Search results for: fruit flies

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Fruit Flies Evolve The Ability To Count

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Well it turns out that fruit flies can count. But before you star throwing out all sorts of arithmetic problems at the little buggers circling your food waste bin, it isn’t all fruit flies. A team of geneticists have specifically bred a strain of fruit flies with the ability to count.

Fruit Fly

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How Do Flies Fly So Well? Calculus.

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fruit flyCalculus remains the hardest class I’ve ever taken in my life. Senior year, for some ungodly reason, I decided to try my hand at AP Calculus, probably because it seemed like I should. Chemistry was fun, and even physics wasn’t too bad, so how hard could calculus be? I remember the day our teacher taught — or in my case, tried to teach — u substitution. He might as well have been speaking in Greek (or, if he wanted to be awesome, in Klingon). I had absolutely no idea what was going on, and only passed the class because of my teacher’s sympathy and my abundance of extra credit. I’m pretty humbled to learn that flies with their teeny-tiny brains can do something I never could: perform calculus, and quickly.

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Bats Jam Each Other’s Signals

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Technology mimics nature all the time, though usually intentionally. Scientists were surprised when they recently learned that bats jam each other’s sonar when they compete for food. No, it’s not some NSA hijinks or animal cyborg project — it’s actually a skill bats have adapted over time, and it’s pretty impressive.

As you probably know, bats use sonar, or echolocation, to maneuver in their pitch-black caves and to catch prey in total darkness. In fact, they also use sonar to distinguish between surfaces, such as water.

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Space Travel May Mess With Your Fertility, Here’s How

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ShatnerAstronauts have the job with the highest highs and the lowest lows. They’re hailed as heroes, they get to look upon Earth, that pale blue dot, see the sun “rise” or “set” every 45 minutes, and bounce around in zero gravity. But, as we saw in Gravity, pretty much anything and everything they do is dangerous enough to kill them. Even if a mission is entirely successful, their bodies suffer simply from being in space—their immune systems become weaker, their bone density decreases, their muscles begin to atrophy, and their cells age more quickly, primarily due to lack of gravity. Scientists are beginning to study effects of radiation exposure as well, using twins, but suffice it to say, that probably doesn’t help astronauts either. Now NASA is afraid that being in space may reduce an astronaut’s fertility, and has even begun offering to freeze astronauts’ sperm and eggs before they head into the cosmos.

Russia sent up some geckos to see how microgravity affects their sexual activity, but alas, they died before they could have any fun. But the fruit flies made it (and had sex), and there are mice on the ISS right now, so scientists should be able to conduct more in-depth studies on the effects of microgravity, as well as radiation, on both male and female reproductive organs. But scientists are worried that the results might pose a major problem for future Mars colonies.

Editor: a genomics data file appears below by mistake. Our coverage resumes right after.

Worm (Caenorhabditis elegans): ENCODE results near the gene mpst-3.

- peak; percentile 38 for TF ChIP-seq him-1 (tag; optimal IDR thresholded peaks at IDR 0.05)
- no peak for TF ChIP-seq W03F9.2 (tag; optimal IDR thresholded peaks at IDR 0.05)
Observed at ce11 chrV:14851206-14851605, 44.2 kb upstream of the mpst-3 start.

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Russian Geckos Die Before They Can Have Sex In Space

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gecko spaceOn July 19, Russia’s Institute of Medico-Biological Problems launched the Foton-M4, a research satellite that contained geckos, fruit flies, mushrooms, and bacteria. They wanted to see what the effects of microgravity would have on these species, particularly on their sexual behavior. No one really knows how reproduction works—or if it works—in space, so before we send people up there, it makes sense for other animals to give it a whirl first. Five days later, the Foton-M4 stopped responding to commands, prompting concern for the geckos, whose equipment was working in automatic mode.

The craft never reached its intended orbit. Communication was reestablished roughly a week later, and program officials were confident that the geckos would be okay. Unfortunately, that appears not to be the case. The satellitereentered Earth’s atmosphere this weekend—a few weeks ahead of the planned return—and when scientists opened the gecko capsule, they were all dead. And what’s even sadder, they never even got to have sex in space.

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Human Suspended Animation Trials Are Set To Begin

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suspended animationBears will tell you hibernation is the best way to weather a brutal winter. It may also be the best way to make it through long-distance spaceflights or to survive life-threatening injuries. Researchers have figured out ways to induce suspended animation in worms, frogs, fruit flies, and pigs, and will soon conduct human trials.

While this may eventually become a way to get humans to the far-flung corners of the galaxy, Pittsburgh’s UPMC Presbyterian Hospital is experimenting with the technique to save lives. Placing injured patients in suspended animation is a way to buy time. The human body can’t last long—only a few minutes—without blood pumping to its organs, but suspended animation might increase survival time. Rather than externally lowering the patient’s body temperature, this trial involves replacing blood with a cooled down saline solution. This will slow down body functions and cellular activity, which also makes the body less dependent on oxygen.